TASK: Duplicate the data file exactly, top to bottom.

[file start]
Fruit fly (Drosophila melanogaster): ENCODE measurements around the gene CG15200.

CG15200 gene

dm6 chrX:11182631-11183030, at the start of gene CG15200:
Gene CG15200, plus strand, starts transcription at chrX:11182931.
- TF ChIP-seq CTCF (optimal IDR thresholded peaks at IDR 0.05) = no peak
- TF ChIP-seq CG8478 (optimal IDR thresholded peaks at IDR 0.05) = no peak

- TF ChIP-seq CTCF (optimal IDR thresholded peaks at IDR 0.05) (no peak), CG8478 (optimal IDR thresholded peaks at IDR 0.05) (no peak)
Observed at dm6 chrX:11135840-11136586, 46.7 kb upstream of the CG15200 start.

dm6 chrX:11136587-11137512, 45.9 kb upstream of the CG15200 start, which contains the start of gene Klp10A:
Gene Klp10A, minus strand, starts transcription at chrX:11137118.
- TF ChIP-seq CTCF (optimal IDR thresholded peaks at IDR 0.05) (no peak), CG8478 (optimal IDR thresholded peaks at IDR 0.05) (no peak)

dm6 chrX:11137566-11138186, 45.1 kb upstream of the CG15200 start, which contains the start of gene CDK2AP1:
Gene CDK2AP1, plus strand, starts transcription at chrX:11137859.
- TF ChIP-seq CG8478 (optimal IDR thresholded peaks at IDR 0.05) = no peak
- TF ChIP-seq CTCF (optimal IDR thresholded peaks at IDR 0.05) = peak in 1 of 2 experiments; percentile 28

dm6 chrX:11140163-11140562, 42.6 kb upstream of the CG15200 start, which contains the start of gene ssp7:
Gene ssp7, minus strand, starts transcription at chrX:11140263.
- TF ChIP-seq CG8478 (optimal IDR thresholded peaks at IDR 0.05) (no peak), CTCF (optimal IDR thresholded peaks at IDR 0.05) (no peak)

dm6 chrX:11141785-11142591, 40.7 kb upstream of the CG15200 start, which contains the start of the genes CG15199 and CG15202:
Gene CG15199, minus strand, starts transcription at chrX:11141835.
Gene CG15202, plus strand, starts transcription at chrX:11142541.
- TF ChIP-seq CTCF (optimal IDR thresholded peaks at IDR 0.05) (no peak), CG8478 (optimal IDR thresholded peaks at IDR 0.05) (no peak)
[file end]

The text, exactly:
Fruit fly (Drosophila melanogaster): ENCODE measurements around the gene CG15200.

CG15200 gene

dm6 chrX:11182631-11183030, at the start of gene CG15200:
Gene CG15200, plus strand, starts transcription at chrX:11182931.
- TF ChIP-seq CTCF (optimal IDR thresholded peaks at IDR 0.05) = no peak
- TF ChIP-seq CG8478 (optimal IDR thresholded peaks at IDR 0.05) = no peak

- TF ChIP-seq CTCF (optimal IDR thresholded peaks at IDR 0.05) (no peak), CG8478 (optimal IDR thresholded peaks at IDR 0.05) (no peak)
Observed at dm6 chrX:11135840-11136586, 46.7 kb upstream of the CG15200 start.

dm6 chrX:11136587-11137512, 45.9 kb upstream of the CG15200 start, which contains the start of gene Klp10A:
Gene Klp10A, minus strand, starts transcription at chrX:11137118.
- TF ChIP-seq CTCF (optimal IDR thresholded peaks at IDR 0.05) (no peak), CG8478 (optimal IDR thresholded peaks at IDR 0.05) (no peak)

dm6 chrX:11137566-11138186, 45.1 kb upstream of the CG15200 start, which contains the start of gene CDK2AP1:
Gene CDK2AP1, plus strand, starts transcription at chrX:11137859.
- TF ChIP-seq CG8478 (optimal IDR thresholded peaks at IDR 0.05) = no peak
- TF ChIP-seq CTCF (optimal IDR thresholded peaks at IDR 0.05) = peak in 1 of 2 experiments; percentile 28

dm6 chrX:11140163-11140562, 42.6 kb upstream of the CG15200 start, which contains the start of gene ssp7:
Gene ssp7, minus strand, starts transcription at chrX:11140263.
- TF ChIP-seq CG8478 (optimal IDR thresholded peaks at IDR 0.05) (no peak), CTCF (optimal IDR thresholded peaks at IDR 0.05) (no peak)

dm6 chrX:11141785-11142591, 40.7 kb upstream of the CG15200 start, which contains the start of the genes CG15199 and CG15202:
Gene CG15199, minus strand, starts transcription at chrX:11141835.
Gene CG15202, plus strand, starts transcription at chrX:11142541.
- TF ChIP-seq CTCF (optimal IDR thresholded peaks at IDR 0.05) (no peak), CG8478 (optimal IDR thresholded peaks at IDR 0.05) (no peak)